Jim Armstrong, Dean of Raw Combatives, deals with the vagaries of combat described by Lieutenant Colonel Dave Grossman in his seminal books On Combat and On Killing.

Grossman devised a scale to chart the way in which an individual’s motor control deteriorates when the heart rate becomes accelerated by the stress of an impending human conflict. While all accelerated heart rates result in a deterioration in performance, psychological stress is a different stimulus that brings a unique set of problems.

Do you have to train for the same activity differently, depending on the stress, even if the skills you employ are the same? Grossman says you do, the US military believe him and this is what Jim Armstrong thinks about it.  

Do you warm up differently for sports as opposed to self-defence training?

Definitely. Plenty of fighters are good on bags and pads, but once they’re under stress, they go to pieces. [That’s because] a lot of them aren’t true to themselves. They think, ‘I can do that; I’ve put in the rounds, I’ll be fine.’

Some people go to pieces, both in their bodies and their minds. They might be really fit; they have skills, but [are lacking] the mental part. Not enough people do training in it, unless it’s specific to what they do as a job (police, fire, ambulance, armed forces). As long as you’re effective, that’s all that matters under high stress.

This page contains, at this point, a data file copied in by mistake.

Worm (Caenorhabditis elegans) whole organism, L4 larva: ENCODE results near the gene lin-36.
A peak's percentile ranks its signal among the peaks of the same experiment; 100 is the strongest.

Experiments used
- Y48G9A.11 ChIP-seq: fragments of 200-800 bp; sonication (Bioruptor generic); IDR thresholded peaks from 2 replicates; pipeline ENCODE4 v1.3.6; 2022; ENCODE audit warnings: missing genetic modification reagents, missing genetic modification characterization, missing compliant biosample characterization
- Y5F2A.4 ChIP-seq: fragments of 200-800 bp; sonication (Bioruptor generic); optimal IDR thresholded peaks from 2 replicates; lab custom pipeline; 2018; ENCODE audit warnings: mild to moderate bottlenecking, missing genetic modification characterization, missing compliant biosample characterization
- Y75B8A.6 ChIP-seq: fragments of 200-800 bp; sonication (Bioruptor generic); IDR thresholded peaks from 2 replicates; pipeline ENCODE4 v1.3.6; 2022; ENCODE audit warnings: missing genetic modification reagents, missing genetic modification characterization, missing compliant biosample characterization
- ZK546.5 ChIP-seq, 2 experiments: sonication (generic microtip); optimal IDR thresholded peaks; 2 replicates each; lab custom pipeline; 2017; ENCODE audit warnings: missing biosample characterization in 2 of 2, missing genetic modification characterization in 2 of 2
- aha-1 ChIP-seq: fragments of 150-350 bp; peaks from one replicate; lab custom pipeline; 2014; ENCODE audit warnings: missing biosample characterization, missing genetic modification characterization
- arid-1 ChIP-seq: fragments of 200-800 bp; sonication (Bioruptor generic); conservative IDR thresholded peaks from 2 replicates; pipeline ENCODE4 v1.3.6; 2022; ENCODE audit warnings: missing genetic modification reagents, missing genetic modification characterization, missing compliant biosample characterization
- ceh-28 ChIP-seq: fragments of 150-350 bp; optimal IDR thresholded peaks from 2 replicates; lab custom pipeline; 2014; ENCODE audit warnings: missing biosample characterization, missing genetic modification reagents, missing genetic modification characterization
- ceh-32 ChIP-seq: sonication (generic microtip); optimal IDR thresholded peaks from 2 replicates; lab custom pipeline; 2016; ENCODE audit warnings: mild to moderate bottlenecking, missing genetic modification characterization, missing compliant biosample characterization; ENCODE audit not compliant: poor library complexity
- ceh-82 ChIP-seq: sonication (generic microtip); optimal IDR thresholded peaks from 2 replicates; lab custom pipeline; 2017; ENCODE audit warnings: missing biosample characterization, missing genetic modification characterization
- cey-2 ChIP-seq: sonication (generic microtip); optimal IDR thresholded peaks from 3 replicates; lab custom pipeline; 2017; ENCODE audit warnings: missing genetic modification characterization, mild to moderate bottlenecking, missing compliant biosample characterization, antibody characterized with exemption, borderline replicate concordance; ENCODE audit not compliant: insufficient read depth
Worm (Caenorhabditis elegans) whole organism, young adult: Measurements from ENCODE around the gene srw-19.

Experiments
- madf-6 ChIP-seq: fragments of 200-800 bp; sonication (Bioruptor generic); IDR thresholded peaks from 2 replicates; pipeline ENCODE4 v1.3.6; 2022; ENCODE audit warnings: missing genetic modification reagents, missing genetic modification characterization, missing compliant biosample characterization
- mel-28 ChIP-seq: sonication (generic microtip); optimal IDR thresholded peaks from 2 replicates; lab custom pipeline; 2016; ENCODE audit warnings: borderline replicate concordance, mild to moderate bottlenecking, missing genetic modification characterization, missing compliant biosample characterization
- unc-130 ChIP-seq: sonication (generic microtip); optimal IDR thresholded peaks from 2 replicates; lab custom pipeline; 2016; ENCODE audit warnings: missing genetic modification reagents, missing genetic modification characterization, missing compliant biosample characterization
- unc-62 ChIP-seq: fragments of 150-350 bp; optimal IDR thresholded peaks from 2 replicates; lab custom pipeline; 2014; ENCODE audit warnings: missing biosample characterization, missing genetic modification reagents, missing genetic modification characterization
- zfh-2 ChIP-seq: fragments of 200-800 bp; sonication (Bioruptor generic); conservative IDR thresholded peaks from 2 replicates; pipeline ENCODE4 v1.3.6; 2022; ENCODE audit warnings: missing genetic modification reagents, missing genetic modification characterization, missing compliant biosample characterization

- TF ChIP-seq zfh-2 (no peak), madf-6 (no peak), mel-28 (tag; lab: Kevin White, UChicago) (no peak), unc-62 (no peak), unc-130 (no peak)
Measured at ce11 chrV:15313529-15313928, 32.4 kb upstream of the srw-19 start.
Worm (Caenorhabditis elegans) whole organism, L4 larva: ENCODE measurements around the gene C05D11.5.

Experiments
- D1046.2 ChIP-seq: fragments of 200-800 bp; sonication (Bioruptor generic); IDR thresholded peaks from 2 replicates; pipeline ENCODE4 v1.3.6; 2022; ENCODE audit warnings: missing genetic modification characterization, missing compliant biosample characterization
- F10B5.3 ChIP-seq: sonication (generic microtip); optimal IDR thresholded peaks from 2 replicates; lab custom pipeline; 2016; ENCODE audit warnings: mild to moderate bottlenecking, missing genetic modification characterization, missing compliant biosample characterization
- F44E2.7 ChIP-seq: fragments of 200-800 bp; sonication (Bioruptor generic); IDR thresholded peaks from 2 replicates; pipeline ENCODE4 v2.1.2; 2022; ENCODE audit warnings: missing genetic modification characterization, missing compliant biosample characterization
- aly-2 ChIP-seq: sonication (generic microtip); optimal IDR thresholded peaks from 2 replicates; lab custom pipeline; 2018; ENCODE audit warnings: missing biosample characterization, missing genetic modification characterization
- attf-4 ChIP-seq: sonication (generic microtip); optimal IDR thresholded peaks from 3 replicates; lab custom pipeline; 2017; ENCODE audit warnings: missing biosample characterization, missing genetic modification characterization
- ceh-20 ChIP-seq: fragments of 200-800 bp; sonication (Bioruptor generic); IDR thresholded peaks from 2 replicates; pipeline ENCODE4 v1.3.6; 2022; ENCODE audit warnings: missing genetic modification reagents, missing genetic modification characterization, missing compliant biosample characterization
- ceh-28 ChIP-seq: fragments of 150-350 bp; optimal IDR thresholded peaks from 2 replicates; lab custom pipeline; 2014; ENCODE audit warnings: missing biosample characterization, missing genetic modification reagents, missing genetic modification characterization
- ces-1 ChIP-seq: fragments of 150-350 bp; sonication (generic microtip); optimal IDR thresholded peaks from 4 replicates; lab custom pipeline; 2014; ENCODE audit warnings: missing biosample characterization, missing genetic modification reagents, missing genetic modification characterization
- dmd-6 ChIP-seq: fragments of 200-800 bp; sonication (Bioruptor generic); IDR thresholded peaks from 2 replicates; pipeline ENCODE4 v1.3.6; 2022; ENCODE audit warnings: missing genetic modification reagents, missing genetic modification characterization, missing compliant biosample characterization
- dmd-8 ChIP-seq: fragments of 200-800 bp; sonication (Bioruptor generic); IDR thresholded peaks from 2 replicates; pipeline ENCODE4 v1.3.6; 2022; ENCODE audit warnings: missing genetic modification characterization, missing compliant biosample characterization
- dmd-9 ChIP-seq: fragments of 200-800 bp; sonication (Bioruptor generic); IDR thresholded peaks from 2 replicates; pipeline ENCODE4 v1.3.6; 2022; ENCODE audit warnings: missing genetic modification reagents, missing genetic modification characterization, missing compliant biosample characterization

I have a training pyramid that I use: ‘train, test, own’. For boxing, you learn the technique, then you spar and fight, then you own it. That isn’t the best system for most people. They have to get to the truth of how they feel under pressure. How bad it makes you feel. Once you get that under control, away you go.

How do you elevate a heart rate to invoke the stress of being attacked?

First, you give them the truth of it; how it makes them feel. You have to train with people for a while [to become intimate]. Then you give them scenarios to play with in their mind. Ask them, ‘Pretend you’re scared. I’ll attack you really slowly, and do what you think you’d do.’

I had this guy once who responded with this really crisp technique. Then, I told him to close his eyes and when he opens them, to imagine I’m covered in shit. Once he’d done that, his technique fell apart. Once I’d closed distance, we saw saw the skill he could [effectively] use. Skill and mentality are closely linked.

I often use visualisation. [Get them to] bring their breathing into chest, clench and unclench their hands, move from foot to foot while I’m telling a story to invoke that feeling of stress. Then, we perform the drill. If it doesn’t start in truth, you’re just playing.

Author

Jarrod Boyle

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